When a taxpayer can not pay the IRS a lump sum payoff for their tax debt, they need to create a payment plan with the IRS. There are a number of options to consider when the payment plan is established. Obviously, it is almost always best to create the lowest monthly payment plan amount as possible and then pay more to get the balance down quickly, but not be at risk of defaulting the payment plan if money is tight. Therefore, there a number of factors to consider to get the correct balance of paying down the debt quickly, and not having a future issue. As with other payment plans that you might establish with a creditor, the amount you will pay will depend on the amount you owe, the amount you can afford to pay, and what assets and income you have.
As an overview, the IRS has many programs that allow for payments of taxes over time. The payment plans are within the discretion of the IRS, which means they decide the amount per month they will accept. Often it takes a lot of hard work to get the IRS to agree on an affordable number. The IRS does not give much flexibility with the monthly payment being late once the payment plan is established. In some rare instances, the payments can fluctuate if the person or business has seasonal income, or income on a non-recurring basis, such a lawyer who gets paid on contingency basis.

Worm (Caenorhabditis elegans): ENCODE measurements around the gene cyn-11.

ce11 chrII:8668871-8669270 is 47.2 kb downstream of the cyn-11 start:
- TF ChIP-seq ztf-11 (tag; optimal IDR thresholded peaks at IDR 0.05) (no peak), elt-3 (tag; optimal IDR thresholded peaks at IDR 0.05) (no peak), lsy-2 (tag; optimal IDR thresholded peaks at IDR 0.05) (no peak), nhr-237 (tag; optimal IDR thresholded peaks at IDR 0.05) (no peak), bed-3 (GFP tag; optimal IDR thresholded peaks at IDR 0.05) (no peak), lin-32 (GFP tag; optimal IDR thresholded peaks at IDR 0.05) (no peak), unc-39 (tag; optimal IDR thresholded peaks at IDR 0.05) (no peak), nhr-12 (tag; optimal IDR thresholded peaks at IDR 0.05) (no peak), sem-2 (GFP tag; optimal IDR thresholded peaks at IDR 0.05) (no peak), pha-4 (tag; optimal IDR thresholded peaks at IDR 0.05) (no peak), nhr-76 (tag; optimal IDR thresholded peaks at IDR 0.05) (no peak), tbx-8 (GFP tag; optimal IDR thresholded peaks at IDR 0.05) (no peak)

There are three common ways that you can make payments under the payment plan.